You have been working on the series Broadsides since 1995. When you began, did you see yourself adding to this collection more than twenty years later? What have you learned from such a long-term project? Do you ever see yourself calling it complete?

When Scarecrow, a broadside on the murder of Matthew Shepard, came to mind I was struggling to understand not the murder itself (murder is sadly commonplace) but the personal brutality of the event. It was staged like an act of theatre, as if the two murderers were watching themselves and improvising as they went along moving toward some spectacular climax. They knew that they were doing something that would alter there lives—they previously had a history, afterward they would have a future, and the murder would the irrevocable turning point. I also knew this horror would be a marker in my personal history. We all have them, a “Where were you when…?” answer that locates us in time, returns us to that moment in our lives. I was at the firehouse (I was a firefighter then) when the Space Shuttle Challenger exploded; the news of Matt Shepard reached me in a Los Angeles pancake house when I was visiting my future spouse. My life, and I expect the lives of many others, are similarly punctuated. The Broadsides will continue as long as events continue to choose the headings of my chapters.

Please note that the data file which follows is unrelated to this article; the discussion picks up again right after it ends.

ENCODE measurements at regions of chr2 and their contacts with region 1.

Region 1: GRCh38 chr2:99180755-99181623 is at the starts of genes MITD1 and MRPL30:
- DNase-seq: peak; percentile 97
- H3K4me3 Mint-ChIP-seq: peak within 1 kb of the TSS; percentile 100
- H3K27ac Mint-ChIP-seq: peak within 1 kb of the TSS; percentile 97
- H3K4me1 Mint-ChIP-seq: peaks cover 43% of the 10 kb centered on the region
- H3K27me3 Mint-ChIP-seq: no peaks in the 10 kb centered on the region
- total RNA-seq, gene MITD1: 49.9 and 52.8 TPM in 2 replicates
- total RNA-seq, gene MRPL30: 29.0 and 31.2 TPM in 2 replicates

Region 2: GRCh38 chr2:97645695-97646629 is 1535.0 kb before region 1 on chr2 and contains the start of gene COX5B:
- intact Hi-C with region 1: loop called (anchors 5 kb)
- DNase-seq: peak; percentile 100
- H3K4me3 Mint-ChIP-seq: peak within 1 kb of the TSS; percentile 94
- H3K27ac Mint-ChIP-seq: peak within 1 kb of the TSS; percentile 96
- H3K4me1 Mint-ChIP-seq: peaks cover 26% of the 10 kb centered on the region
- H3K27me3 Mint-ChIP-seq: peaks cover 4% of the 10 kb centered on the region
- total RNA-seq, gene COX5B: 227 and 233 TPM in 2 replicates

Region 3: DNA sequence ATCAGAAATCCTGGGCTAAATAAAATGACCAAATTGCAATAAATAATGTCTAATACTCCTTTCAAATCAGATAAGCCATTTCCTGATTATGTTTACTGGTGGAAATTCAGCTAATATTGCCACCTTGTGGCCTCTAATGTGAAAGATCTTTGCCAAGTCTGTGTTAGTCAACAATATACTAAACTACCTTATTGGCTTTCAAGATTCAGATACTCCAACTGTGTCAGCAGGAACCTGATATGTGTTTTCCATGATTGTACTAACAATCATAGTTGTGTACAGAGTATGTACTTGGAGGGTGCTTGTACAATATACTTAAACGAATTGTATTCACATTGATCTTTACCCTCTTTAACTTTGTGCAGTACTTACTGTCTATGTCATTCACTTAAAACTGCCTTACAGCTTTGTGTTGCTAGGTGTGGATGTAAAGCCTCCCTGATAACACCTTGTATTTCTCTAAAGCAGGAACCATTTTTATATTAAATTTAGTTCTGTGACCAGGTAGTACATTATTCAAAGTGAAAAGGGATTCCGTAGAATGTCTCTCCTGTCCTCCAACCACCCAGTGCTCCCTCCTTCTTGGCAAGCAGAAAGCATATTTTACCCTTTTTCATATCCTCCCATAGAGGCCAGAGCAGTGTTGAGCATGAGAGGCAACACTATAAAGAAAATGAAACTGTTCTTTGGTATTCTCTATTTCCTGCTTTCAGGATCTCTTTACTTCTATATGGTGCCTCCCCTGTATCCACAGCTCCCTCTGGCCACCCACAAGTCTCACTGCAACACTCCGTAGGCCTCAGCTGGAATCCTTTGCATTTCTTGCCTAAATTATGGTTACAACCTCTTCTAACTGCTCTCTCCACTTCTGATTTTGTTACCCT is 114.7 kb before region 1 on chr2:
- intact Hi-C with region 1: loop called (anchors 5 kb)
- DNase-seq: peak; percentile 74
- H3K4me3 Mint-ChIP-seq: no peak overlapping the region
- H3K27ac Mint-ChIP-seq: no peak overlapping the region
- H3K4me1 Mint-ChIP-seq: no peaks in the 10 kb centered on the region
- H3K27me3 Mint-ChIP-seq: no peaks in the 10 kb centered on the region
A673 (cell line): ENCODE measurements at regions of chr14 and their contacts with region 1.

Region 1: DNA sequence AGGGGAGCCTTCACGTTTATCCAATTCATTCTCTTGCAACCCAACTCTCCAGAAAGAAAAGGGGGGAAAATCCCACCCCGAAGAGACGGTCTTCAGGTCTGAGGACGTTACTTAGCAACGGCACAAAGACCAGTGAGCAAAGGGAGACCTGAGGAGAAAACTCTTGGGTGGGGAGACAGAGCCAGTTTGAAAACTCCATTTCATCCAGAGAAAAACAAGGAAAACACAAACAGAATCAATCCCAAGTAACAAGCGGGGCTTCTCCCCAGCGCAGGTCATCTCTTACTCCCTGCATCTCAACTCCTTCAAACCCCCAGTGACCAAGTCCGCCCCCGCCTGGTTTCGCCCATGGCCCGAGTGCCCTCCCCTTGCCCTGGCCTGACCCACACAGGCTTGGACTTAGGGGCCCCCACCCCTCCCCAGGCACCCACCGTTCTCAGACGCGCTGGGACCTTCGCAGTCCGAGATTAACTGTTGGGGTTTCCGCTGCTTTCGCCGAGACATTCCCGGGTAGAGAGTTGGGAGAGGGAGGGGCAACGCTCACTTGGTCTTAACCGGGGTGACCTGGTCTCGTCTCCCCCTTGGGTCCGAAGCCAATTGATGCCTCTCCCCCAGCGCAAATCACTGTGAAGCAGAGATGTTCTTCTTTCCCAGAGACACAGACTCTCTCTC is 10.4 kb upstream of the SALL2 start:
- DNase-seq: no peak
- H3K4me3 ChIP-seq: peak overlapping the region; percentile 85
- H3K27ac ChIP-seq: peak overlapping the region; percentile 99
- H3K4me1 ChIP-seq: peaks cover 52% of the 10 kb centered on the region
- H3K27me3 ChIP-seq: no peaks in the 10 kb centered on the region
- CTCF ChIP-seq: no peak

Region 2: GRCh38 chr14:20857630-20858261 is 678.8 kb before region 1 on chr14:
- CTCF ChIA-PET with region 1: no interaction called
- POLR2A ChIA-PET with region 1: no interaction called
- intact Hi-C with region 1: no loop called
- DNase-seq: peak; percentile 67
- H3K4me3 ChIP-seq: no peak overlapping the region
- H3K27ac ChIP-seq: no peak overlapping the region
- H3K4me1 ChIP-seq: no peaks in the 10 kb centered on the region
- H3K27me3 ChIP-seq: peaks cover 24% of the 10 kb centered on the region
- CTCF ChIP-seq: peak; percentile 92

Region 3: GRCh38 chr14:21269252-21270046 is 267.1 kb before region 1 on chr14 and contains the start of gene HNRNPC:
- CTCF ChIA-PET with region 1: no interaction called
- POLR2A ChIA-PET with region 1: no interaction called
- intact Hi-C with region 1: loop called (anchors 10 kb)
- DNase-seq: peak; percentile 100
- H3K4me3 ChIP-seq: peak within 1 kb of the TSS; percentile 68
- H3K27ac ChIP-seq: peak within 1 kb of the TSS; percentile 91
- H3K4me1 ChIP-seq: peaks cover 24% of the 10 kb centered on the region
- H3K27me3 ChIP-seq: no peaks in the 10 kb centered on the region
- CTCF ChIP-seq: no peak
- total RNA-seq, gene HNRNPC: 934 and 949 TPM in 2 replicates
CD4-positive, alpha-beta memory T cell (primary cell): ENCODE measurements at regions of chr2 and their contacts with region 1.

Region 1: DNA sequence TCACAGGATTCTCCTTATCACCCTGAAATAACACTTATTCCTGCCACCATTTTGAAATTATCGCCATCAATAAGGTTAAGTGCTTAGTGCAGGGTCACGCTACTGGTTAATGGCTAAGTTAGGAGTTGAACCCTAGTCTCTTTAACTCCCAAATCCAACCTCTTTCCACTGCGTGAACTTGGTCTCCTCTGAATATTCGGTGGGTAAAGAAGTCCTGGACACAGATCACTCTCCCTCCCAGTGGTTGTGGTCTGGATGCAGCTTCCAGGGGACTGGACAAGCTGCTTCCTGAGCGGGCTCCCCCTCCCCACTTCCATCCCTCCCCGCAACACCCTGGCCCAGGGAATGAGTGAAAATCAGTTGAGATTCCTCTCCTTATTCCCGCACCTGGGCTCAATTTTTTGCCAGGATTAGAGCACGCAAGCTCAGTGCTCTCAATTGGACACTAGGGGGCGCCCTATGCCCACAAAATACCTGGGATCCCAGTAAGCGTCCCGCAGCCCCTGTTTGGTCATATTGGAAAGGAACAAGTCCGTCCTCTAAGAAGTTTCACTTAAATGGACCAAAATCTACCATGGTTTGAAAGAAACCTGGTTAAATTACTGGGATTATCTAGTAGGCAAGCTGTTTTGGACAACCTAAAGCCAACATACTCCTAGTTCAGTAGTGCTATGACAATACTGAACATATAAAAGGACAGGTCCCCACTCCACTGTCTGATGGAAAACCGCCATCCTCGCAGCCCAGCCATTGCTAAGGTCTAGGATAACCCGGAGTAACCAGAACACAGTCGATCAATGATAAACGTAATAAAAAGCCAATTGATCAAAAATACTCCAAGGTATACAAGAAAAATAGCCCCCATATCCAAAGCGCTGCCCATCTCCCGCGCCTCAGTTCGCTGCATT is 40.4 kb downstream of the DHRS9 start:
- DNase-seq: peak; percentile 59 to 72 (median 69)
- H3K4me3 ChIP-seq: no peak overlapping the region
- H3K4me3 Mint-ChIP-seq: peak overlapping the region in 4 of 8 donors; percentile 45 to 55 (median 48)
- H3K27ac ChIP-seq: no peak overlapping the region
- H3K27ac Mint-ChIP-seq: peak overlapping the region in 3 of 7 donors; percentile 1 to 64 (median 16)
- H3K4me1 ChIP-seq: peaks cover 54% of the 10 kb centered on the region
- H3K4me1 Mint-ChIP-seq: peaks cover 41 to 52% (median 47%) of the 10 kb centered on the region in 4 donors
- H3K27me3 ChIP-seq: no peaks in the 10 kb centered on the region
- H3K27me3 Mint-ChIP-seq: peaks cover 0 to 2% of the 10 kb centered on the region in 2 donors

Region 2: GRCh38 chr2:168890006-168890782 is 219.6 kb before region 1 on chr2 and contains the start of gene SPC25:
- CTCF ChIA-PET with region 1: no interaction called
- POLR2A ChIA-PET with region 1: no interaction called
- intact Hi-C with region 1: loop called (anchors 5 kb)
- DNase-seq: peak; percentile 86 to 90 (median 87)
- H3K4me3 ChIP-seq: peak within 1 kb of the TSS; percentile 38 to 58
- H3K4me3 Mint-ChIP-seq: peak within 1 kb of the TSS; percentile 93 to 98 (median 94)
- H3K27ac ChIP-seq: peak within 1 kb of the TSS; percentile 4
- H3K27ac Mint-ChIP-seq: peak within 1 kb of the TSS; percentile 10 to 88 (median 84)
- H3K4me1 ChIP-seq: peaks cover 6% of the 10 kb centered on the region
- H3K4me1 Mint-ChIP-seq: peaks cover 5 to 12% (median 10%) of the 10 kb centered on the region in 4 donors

You have a new series of paintings based on the uniforms worn by black baseball players in segregated leagues. How did this idea develop? What drove to you paint the uniforms in particular?